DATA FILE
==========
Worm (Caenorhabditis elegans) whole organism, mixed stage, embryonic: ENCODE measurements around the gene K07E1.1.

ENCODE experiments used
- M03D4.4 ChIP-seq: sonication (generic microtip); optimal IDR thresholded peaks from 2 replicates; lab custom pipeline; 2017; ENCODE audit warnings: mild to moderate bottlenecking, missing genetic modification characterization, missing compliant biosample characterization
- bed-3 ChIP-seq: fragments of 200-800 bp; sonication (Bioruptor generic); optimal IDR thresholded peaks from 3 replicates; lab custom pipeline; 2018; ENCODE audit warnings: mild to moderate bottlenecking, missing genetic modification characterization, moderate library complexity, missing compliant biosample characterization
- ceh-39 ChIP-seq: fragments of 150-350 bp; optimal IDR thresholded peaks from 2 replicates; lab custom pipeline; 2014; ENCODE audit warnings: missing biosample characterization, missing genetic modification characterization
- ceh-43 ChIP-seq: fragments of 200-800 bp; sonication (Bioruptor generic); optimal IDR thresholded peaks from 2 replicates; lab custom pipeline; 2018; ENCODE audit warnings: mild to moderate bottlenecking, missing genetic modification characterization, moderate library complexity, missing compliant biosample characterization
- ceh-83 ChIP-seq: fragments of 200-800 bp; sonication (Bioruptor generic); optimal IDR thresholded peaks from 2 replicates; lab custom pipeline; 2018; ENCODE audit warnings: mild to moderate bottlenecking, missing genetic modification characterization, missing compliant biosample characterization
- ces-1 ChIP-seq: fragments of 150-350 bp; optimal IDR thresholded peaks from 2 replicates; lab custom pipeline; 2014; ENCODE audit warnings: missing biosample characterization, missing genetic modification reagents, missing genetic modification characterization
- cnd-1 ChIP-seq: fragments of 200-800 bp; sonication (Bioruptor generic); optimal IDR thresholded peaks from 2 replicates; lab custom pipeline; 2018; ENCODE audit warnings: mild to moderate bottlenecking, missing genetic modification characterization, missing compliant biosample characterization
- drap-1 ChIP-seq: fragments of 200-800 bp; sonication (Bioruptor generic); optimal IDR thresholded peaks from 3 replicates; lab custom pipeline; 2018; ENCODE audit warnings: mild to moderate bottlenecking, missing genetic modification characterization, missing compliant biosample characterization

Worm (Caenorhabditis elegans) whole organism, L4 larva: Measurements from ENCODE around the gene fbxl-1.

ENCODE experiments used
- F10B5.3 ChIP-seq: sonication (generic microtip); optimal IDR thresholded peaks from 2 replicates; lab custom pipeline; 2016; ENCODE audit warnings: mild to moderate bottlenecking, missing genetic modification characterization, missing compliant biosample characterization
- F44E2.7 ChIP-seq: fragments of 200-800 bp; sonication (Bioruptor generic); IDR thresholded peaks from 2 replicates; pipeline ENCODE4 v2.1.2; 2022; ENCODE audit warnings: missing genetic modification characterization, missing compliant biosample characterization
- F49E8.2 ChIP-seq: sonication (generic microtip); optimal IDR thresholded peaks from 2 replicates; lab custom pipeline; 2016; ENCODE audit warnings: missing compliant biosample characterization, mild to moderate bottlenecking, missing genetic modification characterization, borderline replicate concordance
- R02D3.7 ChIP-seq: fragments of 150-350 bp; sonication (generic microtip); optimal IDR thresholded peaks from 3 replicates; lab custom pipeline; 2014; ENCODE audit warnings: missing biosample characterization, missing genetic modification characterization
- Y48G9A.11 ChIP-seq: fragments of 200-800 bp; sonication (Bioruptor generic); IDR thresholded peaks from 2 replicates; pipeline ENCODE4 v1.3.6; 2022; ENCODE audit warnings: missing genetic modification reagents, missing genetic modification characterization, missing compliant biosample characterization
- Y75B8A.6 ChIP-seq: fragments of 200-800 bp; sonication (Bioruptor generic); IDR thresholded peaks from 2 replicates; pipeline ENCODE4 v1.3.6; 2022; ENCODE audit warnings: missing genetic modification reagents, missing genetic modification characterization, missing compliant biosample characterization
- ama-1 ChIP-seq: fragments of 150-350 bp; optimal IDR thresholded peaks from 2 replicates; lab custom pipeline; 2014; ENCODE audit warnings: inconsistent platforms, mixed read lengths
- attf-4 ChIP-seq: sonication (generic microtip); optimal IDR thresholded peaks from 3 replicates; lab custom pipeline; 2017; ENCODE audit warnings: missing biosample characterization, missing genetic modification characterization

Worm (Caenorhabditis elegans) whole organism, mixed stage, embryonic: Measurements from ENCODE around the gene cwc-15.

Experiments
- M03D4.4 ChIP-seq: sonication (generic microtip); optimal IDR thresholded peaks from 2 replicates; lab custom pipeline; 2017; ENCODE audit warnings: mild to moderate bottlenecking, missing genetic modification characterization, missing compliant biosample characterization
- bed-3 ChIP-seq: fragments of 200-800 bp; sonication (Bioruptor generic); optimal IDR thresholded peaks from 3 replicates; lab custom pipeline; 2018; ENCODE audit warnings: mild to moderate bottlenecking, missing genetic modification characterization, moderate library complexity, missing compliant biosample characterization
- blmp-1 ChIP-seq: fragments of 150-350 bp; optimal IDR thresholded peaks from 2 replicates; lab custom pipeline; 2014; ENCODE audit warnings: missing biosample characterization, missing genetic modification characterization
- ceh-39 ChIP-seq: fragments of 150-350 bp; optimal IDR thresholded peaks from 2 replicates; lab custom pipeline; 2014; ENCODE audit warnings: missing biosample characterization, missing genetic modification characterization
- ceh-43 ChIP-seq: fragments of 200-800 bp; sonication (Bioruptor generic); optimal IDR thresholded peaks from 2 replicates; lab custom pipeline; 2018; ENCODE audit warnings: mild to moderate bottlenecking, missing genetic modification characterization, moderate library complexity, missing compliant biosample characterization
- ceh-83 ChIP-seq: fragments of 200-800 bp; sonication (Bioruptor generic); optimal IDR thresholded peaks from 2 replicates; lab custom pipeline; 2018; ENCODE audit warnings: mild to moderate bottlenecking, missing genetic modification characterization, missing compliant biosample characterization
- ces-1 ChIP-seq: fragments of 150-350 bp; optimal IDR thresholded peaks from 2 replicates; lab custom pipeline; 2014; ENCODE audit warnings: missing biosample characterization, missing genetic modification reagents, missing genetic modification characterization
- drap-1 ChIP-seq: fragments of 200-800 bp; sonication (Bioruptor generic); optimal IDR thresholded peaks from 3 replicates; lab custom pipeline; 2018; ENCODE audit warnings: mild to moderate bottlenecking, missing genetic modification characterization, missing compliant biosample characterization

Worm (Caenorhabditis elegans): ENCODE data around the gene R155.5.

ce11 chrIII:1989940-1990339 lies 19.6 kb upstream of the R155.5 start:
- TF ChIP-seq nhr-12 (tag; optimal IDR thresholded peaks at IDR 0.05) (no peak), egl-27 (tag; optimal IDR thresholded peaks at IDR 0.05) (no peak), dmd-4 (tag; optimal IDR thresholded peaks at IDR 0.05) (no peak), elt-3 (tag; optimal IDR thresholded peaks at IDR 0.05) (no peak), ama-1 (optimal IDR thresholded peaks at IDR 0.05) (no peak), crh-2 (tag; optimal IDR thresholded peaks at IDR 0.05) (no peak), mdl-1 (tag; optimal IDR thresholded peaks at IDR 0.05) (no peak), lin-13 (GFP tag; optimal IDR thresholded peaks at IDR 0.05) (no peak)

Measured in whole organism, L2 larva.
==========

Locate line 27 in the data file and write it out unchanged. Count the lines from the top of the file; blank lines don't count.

- ceh-43 ChIP-seq: fragments of 200-800 bp; sonication (Bioruptor generic); optimal IDR thresholded peaks from 2 replicates; lab custom pipeline; 2018; ENCODE audit warnings: mild to moderate bottlenecking, missing genetic modification characterization, moderate library complexity, missing compliant biosample characterization